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Cultural intelligence or cultural quotient (CQ) is a term introduced by London Business School professor P. Christopher Earley and Nanyang Business School professor Soon Ang in their textbook Cultural Intelligence: Individual Interactions Across Cultures,[1] which describes "a person's capability to adapt as she interacts with others from different cultural regions", and has behavioral, motivational, and metacognitive aspects.[2]

Four CQ capabilities

The authors describe four CQ capabilities: motivation (CQ Drive), cognition (CQ Knowledge), meta-cognition (CQ Strategy), and behavior (CQ Action).[citation needed] CQ Assessments report scores on all four capabilities as well as several sub-dimensions for each capability. The four capabilities stem from the intelligence-based approach to intercultural adjustment and performance.[3]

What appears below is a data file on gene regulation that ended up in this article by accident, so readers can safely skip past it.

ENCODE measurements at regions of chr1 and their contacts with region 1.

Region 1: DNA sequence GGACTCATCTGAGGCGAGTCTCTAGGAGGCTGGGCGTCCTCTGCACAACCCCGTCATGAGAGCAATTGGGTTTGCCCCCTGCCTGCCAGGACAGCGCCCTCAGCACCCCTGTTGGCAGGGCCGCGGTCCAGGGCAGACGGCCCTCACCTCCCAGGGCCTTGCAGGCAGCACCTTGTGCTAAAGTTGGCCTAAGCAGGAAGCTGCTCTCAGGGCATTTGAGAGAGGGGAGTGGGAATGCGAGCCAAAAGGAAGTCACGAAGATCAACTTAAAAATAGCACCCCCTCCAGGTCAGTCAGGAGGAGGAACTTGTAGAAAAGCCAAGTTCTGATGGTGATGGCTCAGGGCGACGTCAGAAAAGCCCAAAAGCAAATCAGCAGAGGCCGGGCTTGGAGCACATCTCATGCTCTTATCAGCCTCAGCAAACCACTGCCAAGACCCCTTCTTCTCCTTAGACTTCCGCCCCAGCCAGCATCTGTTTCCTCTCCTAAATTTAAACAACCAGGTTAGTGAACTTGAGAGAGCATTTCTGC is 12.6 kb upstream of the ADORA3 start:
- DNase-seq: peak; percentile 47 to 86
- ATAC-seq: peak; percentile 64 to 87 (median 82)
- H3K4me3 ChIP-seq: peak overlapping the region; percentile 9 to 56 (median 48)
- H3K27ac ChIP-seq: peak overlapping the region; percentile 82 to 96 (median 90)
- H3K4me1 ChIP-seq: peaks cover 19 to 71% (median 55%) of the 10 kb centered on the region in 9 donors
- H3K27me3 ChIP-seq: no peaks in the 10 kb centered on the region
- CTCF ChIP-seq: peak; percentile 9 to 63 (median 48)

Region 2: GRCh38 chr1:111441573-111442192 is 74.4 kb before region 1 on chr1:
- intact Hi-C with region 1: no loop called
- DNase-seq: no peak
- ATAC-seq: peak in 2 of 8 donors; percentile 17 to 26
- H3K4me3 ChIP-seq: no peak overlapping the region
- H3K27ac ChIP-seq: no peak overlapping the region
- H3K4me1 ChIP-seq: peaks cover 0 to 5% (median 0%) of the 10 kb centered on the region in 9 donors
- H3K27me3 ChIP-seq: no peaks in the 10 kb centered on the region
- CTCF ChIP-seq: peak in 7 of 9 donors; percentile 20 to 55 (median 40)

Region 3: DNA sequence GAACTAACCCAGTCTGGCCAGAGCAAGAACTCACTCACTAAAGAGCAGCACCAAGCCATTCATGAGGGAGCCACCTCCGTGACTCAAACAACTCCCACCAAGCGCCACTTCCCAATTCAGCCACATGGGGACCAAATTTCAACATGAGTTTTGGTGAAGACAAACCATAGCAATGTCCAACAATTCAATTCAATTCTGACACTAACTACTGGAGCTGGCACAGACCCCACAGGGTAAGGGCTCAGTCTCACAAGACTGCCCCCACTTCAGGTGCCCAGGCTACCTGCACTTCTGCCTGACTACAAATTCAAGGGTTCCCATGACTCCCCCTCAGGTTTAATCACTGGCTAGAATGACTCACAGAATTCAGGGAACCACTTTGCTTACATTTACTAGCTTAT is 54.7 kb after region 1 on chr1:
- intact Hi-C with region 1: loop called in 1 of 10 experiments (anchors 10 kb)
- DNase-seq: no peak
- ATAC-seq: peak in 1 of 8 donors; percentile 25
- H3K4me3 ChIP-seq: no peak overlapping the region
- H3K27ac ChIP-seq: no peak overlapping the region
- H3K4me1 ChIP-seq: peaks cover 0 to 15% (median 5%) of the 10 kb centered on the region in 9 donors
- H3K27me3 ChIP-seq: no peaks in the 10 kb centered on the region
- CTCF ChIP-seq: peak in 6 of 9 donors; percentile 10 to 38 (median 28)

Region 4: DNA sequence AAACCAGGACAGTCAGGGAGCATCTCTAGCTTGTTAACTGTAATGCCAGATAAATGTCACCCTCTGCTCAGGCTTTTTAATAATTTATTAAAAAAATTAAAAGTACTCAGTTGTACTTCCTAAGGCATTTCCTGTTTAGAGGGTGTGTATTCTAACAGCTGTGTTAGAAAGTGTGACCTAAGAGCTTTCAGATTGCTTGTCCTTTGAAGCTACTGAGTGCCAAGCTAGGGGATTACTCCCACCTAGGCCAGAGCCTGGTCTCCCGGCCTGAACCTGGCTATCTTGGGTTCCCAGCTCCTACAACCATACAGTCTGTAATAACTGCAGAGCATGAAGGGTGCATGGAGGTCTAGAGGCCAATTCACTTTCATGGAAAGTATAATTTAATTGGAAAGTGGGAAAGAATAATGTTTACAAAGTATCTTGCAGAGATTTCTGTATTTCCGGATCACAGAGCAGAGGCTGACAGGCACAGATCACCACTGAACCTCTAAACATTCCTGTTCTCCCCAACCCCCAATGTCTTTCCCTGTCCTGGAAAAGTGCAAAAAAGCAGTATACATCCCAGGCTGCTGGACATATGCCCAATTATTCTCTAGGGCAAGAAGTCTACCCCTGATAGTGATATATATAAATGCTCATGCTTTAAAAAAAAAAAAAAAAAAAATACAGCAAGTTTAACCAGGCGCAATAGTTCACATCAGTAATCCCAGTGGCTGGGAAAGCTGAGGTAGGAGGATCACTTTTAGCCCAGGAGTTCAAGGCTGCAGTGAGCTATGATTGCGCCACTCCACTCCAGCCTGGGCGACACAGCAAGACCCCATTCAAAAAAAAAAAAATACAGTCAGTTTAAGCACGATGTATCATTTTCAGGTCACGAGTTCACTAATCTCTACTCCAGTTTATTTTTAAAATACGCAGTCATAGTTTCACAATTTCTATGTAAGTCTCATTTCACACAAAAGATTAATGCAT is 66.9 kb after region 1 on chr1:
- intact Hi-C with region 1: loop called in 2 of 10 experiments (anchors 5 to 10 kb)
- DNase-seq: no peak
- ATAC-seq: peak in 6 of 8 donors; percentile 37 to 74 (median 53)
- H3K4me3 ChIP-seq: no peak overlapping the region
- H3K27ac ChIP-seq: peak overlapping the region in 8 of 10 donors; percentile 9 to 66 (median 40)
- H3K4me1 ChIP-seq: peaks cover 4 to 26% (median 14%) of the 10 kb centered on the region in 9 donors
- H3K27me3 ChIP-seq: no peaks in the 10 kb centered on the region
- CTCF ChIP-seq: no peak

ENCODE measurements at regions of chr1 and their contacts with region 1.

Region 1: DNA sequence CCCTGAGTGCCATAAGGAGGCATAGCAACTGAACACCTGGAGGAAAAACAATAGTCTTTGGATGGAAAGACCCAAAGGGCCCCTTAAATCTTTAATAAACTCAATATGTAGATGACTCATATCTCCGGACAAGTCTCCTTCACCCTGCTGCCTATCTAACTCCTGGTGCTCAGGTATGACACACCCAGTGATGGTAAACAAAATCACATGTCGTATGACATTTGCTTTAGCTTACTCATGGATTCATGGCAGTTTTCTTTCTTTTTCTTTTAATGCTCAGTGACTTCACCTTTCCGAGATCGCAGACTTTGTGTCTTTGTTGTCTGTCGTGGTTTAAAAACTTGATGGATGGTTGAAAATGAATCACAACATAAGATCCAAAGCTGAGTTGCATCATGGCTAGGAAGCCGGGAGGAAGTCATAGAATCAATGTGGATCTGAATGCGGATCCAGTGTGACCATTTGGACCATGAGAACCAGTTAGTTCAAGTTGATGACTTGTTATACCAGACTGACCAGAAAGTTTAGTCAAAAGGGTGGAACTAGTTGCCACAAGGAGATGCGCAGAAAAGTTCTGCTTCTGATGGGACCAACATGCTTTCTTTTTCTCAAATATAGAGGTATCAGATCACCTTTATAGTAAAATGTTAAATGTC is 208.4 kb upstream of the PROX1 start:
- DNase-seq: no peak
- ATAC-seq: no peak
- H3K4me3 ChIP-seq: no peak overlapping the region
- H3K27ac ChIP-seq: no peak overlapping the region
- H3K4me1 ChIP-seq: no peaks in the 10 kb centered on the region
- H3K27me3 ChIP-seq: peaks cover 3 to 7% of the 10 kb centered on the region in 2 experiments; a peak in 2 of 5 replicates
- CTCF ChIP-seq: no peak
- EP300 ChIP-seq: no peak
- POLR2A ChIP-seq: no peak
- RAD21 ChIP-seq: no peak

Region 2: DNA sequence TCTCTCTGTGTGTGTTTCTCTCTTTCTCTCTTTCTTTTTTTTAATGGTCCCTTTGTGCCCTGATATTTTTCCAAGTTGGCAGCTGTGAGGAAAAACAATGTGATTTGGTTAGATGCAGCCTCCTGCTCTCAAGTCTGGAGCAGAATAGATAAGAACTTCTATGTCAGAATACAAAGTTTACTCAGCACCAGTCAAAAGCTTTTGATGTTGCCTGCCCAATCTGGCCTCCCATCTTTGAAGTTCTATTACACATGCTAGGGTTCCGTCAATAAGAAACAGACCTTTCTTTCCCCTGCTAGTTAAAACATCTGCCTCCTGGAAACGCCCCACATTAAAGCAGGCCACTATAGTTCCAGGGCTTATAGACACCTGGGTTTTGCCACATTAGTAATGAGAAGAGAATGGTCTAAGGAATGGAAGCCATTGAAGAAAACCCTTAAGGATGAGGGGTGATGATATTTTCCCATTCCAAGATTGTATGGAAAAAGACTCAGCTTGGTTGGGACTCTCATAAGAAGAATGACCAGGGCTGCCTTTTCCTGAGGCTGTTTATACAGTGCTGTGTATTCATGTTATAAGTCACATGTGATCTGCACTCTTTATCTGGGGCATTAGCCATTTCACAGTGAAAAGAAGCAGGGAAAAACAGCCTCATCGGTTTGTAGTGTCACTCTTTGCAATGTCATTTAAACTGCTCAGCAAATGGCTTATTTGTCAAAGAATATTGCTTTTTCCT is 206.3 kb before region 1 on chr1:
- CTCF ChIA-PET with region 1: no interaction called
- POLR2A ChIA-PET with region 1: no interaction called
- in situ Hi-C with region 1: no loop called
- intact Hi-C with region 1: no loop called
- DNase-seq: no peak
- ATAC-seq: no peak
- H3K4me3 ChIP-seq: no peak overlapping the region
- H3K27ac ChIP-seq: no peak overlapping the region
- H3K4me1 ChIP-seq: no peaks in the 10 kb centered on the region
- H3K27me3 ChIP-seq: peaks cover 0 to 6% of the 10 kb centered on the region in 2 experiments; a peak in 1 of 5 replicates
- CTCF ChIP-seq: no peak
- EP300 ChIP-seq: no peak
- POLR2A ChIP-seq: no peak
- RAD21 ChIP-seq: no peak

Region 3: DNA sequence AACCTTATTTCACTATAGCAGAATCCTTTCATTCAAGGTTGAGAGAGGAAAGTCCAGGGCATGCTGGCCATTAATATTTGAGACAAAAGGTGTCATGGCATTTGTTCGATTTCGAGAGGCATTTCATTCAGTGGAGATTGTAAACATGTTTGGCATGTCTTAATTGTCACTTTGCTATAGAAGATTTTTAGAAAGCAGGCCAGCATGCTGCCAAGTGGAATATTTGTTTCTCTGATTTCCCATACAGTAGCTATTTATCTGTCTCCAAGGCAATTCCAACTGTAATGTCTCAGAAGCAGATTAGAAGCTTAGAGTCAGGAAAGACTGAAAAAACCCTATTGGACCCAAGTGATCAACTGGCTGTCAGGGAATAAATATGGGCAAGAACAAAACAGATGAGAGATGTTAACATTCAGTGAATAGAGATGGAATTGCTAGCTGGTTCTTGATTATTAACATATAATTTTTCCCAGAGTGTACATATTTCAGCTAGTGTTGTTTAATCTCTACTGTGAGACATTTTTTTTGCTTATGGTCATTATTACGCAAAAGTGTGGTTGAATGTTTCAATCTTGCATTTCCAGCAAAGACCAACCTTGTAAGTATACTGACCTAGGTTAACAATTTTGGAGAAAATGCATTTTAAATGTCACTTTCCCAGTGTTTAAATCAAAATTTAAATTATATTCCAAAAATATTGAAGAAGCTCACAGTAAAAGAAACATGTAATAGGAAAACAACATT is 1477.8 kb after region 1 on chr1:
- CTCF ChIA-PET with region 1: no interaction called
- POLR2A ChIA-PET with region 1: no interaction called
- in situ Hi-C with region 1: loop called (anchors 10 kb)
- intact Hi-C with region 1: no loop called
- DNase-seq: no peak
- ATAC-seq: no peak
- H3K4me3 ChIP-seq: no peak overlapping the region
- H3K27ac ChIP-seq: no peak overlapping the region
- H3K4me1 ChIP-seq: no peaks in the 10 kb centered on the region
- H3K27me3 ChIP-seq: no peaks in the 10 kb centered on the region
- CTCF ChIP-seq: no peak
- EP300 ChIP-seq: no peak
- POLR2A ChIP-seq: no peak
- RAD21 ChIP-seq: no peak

See also


  1. ^ Earley, P (2003). Cultural intelligence : individual interactions across cultures. Stanford, Calif: Stanford University Press. ISBN 978-0-8047-4300-6. OCLC 51553576.
  2. ^ Earley, P. Christopher (2002). "Redefining interactions across cultures and organizations: moving forward with cultural intelligence". In B. M. Staw (ed.). Research in Organizational Behavior. Vol. 24. R. M. Kramer. Oxford: Elsevier. pp. 271–99.
  3. ^ Livermore, David (2009). Leading with Cultural Intelligence. New York: AMACOM. ISBN 978-0814449172.

Further reading